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Ebola, Russians And The Danger Of Wild Conspiracy Theories

Too many guns, too much Internet, and grandiose conspiracy theories can become a life-or-death decision.

NPR had a story this morning about attacks on healthcare professionals treating Ebola in the Democratic Republic of the Congo:

When Ebola hit last August, rumors started swirling that the disease is a hoax — or brought by the government and foreigners as a way to make money and even kill off people in an area that's been a hotbed of government resistance....

While frontline Ebola workers have faced assaults on the job throughout the outbreak, beginning around February, the attacks have become more brazen. Ebola treatment centers have been repeatedly attacked. In late April, gunmen stormed in while a local response team was meeting and shot an epidemiologist with the World Health Organization.

And increasingly, even regular health workers ... are being targeted. Often at home.

The head of the area doctors' association has described multiple incidents to NPR — including one in February when attackers broke into the house of a government nurse while he was sleeping and made his wife watch as they shot him dead with a bow and arrow.

Maybe you think that's the reaction of superstitious, backward people from the Third World who have nothing in common with the citizens of our First World country. I'm not so sure. Around the time I was listening to the NPR report, I was reading this story in The New York Times:

A town in the foothills of the Sierra Nevada recently found itself at the center of a baseless conspiracy theory that predicted an attack on a school fund-raiser.

All because of an innocuous tweet from James B. Comey, the former F.B.I. director.

Scott Maddock, the principal of the Grass Valley Charter School in Grass Valley, Calif., was unaware of the conspiracy theory when he arrived at work on a normal-seeming Monday morning late last month. But when he checked his voice mail, he heard from a man identifying himself as “a patriot,” alerting Mr. Maddock to the “threat.”

“He was warning us that something was going to happen at our Blue Marble Jubilee school fund-raiser and that we should contact the authorities,” Mr. Maddock said. “He kept saying that he is not behind it, but he has a credible source.”


↓ Story continues below ↓

... Two days earlier, on April 27, Mr. Comey had shared a tweet listing a handful of jobs he had held in the past alongside the hashtag #FiveJobsIveHad.

Hundreds of others had done the same before and since, but a small fringe group of conspiracy theorists seized on the tweet, claiming that it contained a coded message.

By removing letters, the hashtag could be shortened to “Five Jihad,” they argued. And a search for the abbreviation formed by the first letters of the jobs he listed, G.V.C.S.F., led to the Grass Valley Charter School Foundation, whose fund-raiser was scheduled for this weekend.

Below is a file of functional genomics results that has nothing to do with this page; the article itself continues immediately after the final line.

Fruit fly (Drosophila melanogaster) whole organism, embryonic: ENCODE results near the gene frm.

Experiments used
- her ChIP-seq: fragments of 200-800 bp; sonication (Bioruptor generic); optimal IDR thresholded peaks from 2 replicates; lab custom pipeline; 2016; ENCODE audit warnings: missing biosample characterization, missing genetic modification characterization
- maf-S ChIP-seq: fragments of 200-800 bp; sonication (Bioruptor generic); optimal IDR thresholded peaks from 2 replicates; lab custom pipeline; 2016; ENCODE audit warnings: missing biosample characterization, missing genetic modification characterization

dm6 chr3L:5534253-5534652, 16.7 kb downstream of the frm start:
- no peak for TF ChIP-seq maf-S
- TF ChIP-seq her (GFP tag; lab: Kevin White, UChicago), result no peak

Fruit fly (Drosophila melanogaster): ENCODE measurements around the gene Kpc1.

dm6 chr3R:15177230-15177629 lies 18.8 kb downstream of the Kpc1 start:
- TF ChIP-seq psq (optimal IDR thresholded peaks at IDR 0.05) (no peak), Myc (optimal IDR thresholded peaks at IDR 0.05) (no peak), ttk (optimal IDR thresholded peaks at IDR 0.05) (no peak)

Mr. Comey, they concluded, was broadcasting an attack, perhaps as a distraction from other pending news.

People actually believed this convoluted theory about Comey's response to the #FiveJobsIveHad hashtag (which seemed extremely innocuous while it was trending). Eventually the fundraiser had to be canceled -- in part because officials feared that someone might show up strapped in response to the completely imaginary threat:

Mr. Maddock and Wendy Willoughby, the president of the foundation, had started to hear from parents who were worried not about the predicted attack, but about the people who believed in it.

What if one of them showed up, armed, to protect against a threat that simply did not exist, as had happened at a popular Washington pizzeria two years ago?

The Russians know that America is full of uninformed, credulous people, as another Times story notes:

The cellphones known as 5G, or fifth generation, represent the vanguard of a wireless era rich in interconnected cars, factories and cities. Whichever nation dominates the new technology will gain a competitive edge for much of this century, according to many analysts. But a television network a few blocks from the White House has been stirring concerns about a hidden flaw.

“Just a small one,” a TV reporter told her viewers recently. “It might kill you.”

The Russian network RT America aired the segment, titled “A Dangerous ‘Experiment on Humanity,’” in covering what its guest experts call 5G’s dire health threats. U.S. intelligence agencies identified the network as a principal meddler in the 2016 presidential election. Now, it is linking 5G signals to brain cancer, infertility, autism, heart tumors and Alzheimer’s disease — claims that lack scientific support.

QAnon ... the anti-vaxx movement ... are we sure Americans are more sophisticated than the Congolese?

The NPR story suggested that the standard procedure for Ebola treatment, which involves removing patients from the community, might be part of the problem. (It may no longer be appropriate because it's possible now to vaccinate family members and other contacts.)

Now, can you imagine an outbreak of a disease in America about which people already have suspicions? Now imagine that the outbreak takes place in a community of skeptics, especially skeptics who are wary of outsiders. Maybe the members of the community already believe in arming themselves, as so many Americans do. And maybe the treatment involves removing people from their homes.

Would the reaction to the outbreak in America might be similar to the anger in the Congo? I wish I could say I couldn't imagine it, but I can.

Published with permission from No More Mr. Nice Blog

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